Aerospace tech company to issue contrail reduction ‘credits’

3 min read


UK-based aerospace software startup ZEROAVIA announced today that sustainability certification body Gold Standard has approved its methodology concept to issue what could be referred to as “contrail credits.” 

Rather than offsetting carbon emissions directly (like carbon credits), they will offer an avenue for airlines to “make up” for the warming effects equivalent to that of carbon dioxide, by mitigating the non-CO2 climate impact of air travel. 

Everyone knows that aeroplanes emit copious amounts of CO2 (whether that causes any changes to our flying habits is another matter). However, aviation’s climate impact goes far beyond carbon dioxide. 

Research has found that contrails, short for condensation trails, could be responsible for close to 60% of aviation’s contribution to global warming. This is because they trap heat that would otherwise release out into space, through positive radiative forcing. 

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Mitigating contrails would significantly lower an airline operator’s climate impact. Unfortunately, there has been little direct incentive to do so. Contrail mitigation, as opposed to emissions reduction in the form of fuel efficiency, is not immediately linked to financial benefits. 

Bring on the data and contrail computation 

Persistent contrails only form with specific conditions of altitude, temperature, and levels of humidity. SATAVIA, based in Cambridge, UK, applies data analytics and atmospheric science to help airlines reduce the formation of contrails. The company has developed its tech platform, DECISIONX, in conjunction with UK Research & Innovation and the European Space Agency (ESA).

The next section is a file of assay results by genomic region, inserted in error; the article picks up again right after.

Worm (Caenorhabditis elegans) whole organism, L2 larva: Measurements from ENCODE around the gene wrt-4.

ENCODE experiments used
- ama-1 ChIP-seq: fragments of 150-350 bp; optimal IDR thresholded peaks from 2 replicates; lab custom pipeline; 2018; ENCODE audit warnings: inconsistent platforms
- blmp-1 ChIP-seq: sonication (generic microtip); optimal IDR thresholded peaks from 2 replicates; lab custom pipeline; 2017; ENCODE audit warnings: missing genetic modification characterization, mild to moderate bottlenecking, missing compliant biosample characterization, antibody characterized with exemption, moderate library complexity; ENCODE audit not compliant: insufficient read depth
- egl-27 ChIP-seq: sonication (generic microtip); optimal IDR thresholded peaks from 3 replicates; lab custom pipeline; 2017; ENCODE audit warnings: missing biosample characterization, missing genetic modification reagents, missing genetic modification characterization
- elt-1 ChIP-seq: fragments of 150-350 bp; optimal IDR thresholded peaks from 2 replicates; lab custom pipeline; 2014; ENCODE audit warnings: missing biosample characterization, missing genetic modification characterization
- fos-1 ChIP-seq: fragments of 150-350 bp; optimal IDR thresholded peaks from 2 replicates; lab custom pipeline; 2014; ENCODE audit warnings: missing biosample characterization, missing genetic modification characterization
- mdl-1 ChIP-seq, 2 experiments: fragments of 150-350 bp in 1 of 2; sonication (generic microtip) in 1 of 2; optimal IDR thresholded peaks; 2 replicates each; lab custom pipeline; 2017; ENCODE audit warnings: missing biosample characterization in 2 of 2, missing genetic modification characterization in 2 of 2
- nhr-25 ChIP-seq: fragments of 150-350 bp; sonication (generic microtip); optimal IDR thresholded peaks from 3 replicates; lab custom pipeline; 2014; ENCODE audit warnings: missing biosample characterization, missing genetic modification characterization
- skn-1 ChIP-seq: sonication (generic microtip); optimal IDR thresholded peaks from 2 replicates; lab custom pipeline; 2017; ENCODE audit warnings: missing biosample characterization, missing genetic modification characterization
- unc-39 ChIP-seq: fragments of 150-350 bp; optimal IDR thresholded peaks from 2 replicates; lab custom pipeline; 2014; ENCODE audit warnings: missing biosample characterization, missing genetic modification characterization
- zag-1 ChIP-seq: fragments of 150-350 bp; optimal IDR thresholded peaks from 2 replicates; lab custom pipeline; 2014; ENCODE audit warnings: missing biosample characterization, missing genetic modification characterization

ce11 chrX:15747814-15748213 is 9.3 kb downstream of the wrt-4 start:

The startup’s prediction model generates around 1 quadrillion (1,000 trillion) computations per simulation day, to help with route planning for contrail avoidance. SATAVIA has partnerships in place with KLM, KLM Cityhopper, Emirates, and Etihad Airways. 

“As a software solution incorporating the excellent and decades-mature atmospheric science available to us, contrail management provides the airline sector with an immediate and tangible option to reduce the climate impact of flying,” said Dr Adam Durant, SATAVIA’s CEO. 

The Gold Standard of carbon offsetting

One of the main criticisms (and there are many) of carbon offsetting as a practice is that the voluntary carbon market has lacked sufficient verification and regulation. This is where Gold Standard, founded in 2003 by the WWF and other environmental NGOs, comes in. 

It makes sure that offsetting projects deliver greater development benefits beyond emissions mitigation, and that there are no other issues such as biodiversity loss, stemming from offsetting projects. (Of course, not everyone uses GS certified projects to “offset,” and yes, the €2 add-on to your airline ticket most likely contributes to much cheaper credits.) 

Essentially, the Gold Standard stamp of approval of the methodology concept paves the way for SATAVIA to issue non-CO2 “Certified Mitigation Outcome Units (CMOUs).” Airlines can then use them as offset credits for the CO2 effect equivalent. 

Offsetting CO2  will soon become mandatory for international air operators under CORSIA (Carbon Offsetting and Reduction Scheme for International Aviation). SATAVIA says it hopes to achieve full GS Approved Methodology status by late 2023, which would position CMOUs as incentives for aircraft operators to undertake contrail management. 

“With the incentive provided by Gold Standard CMOUs, aviation could reduce its non-CO2 impact by perhaps 50% before 2030,” Dr Durant continued. “All we need is a willingness to adopt this approach, which importantly doesn’t require any changes to regulation and could be deployed at scale today.”

Furthermore, SATAVIA says this methodology could be the first step to creating an entirely new market for short-lived climate forcer (SLCF) mitigation. In parallel with SATAVIA developing the full methodology, Gold Standard will also develop registry functionality to allow CMOU trading, similar to the trading of carbon credits.


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